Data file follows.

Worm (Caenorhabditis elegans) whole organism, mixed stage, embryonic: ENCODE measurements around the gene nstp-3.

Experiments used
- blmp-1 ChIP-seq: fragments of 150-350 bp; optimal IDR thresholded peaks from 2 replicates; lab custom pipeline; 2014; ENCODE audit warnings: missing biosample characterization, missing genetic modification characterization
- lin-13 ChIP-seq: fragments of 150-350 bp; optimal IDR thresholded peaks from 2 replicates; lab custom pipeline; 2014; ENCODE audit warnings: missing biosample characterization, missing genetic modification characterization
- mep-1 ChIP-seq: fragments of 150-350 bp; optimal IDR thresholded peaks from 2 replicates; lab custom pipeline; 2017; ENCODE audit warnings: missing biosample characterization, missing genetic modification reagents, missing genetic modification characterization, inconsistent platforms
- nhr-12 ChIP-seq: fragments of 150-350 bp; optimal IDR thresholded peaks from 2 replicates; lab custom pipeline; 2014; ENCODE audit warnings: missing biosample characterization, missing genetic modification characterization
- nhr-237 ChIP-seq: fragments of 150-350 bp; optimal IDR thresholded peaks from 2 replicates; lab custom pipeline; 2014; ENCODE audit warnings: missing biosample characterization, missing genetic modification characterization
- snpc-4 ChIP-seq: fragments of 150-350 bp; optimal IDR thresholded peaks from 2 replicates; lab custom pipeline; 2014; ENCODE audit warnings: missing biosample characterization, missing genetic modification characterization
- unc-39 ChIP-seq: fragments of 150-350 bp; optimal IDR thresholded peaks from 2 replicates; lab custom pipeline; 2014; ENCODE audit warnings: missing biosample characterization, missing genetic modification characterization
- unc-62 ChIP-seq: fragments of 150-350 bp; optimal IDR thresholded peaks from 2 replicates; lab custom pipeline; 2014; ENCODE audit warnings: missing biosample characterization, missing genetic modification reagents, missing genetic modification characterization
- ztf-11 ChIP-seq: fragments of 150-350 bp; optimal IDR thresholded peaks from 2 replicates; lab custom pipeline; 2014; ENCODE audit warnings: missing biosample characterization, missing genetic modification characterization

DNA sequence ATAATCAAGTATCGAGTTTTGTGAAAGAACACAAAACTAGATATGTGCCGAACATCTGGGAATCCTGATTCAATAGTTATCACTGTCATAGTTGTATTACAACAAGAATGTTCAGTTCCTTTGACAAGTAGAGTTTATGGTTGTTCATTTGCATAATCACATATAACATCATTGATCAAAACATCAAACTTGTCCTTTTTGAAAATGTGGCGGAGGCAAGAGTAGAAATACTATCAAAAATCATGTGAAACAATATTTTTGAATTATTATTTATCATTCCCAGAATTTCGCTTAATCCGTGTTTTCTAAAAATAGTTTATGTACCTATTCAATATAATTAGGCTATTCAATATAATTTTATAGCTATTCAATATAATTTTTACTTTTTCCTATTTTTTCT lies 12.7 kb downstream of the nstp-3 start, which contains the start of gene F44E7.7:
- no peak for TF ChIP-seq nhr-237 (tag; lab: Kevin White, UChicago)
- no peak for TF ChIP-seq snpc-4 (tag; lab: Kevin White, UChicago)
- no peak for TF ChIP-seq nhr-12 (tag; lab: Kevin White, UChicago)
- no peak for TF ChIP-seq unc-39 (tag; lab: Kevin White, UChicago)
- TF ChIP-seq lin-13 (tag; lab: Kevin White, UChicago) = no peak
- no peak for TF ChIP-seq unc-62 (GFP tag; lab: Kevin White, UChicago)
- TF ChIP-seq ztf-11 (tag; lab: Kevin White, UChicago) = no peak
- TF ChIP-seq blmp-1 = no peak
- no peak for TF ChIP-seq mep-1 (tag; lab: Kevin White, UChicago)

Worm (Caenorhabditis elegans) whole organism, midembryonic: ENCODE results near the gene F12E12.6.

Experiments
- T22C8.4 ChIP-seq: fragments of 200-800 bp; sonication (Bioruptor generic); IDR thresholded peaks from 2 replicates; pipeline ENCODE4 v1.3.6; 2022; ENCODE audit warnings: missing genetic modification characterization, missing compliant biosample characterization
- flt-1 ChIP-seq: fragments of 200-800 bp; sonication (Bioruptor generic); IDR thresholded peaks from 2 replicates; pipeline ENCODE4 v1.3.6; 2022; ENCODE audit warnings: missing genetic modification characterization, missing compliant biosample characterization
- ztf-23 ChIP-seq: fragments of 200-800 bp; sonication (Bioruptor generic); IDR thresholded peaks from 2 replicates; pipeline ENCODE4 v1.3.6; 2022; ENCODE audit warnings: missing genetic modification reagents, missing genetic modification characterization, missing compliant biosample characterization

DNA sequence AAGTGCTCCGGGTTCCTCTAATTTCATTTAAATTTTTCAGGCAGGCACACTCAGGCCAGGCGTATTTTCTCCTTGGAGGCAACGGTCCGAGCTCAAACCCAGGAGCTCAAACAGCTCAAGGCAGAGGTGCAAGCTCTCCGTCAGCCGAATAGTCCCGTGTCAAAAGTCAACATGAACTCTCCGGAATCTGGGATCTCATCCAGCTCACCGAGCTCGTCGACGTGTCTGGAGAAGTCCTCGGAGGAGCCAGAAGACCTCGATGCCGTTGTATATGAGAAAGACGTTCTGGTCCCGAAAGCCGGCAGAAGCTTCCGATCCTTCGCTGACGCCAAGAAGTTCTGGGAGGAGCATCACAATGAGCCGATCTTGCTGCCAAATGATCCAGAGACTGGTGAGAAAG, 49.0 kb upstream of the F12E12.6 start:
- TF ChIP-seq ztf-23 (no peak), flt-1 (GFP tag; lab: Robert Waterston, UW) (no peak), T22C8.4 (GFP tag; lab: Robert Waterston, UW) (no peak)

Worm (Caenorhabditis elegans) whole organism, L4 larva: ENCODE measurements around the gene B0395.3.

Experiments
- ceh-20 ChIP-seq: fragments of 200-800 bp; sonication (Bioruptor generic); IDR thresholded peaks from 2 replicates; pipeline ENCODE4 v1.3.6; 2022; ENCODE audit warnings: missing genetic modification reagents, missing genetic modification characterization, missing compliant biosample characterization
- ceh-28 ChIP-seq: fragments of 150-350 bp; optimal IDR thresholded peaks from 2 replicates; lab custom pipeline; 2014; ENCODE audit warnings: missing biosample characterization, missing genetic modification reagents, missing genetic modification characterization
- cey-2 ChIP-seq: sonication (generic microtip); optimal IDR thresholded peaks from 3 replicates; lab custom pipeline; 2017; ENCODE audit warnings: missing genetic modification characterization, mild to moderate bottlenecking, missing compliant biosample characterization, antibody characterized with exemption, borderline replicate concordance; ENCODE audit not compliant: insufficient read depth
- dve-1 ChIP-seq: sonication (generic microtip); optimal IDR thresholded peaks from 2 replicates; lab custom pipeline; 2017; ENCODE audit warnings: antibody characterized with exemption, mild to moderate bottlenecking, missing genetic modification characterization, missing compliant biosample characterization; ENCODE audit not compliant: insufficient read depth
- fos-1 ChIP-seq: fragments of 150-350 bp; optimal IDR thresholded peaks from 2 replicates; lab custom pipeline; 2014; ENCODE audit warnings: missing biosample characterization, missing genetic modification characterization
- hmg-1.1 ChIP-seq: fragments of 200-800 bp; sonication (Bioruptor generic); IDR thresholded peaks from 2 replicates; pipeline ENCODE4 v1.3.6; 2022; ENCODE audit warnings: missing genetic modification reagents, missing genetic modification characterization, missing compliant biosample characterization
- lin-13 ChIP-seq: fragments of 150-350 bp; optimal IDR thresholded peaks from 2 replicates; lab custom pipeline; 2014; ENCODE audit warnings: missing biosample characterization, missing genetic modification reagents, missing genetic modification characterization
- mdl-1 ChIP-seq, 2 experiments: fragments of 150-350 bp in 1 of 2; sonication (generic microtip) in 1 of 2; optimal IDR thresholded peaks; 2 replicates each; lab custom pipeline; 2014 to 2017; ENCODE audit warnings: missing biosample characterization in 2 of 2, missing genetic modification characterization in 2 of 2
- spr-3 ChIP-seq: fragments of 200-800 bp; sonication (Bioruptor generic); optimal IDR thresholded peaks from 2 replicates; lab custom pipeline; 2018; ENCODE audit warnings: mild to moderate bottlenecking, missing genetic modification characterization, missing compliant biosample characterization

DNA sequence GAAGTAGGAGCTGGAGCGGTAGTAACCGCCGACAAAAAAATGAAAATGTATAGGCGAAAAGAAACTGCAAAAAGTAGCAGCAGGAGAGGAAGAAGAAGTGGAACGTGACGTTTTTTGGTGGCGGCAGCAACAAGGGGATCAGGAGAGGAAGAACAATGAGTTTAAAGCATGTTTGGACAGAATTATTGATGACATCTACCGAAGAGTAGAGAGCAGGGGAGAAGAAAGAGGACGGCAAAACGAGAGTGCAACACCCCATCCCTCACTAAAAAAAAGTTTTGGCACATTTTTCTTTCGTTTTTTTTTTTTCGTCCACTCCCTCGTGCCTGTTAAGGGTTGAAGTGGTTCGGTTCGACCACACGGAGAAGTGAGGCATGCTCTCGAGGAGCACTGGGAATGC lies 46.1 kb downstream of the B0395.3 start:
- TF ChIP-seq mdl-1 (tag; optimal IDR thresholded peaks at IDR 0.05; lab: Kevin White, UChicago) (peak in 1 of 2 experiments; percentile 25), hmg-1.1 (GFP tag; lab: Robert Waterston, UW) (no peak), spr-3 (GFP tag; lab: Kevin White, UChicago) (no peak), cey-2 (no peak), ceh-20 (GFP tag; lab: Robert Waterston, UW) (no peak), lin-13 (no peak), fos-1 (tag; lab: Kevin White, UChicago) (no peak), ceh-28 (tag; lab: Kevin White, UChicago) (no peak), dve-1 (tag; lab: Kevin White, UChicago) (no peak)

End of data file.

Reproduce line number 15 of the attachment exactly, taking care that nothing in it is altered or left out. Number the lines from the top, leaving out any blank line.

- no peak for TF ChIP-seq nhr-12 (tag; lab: Kevin White, UChicago)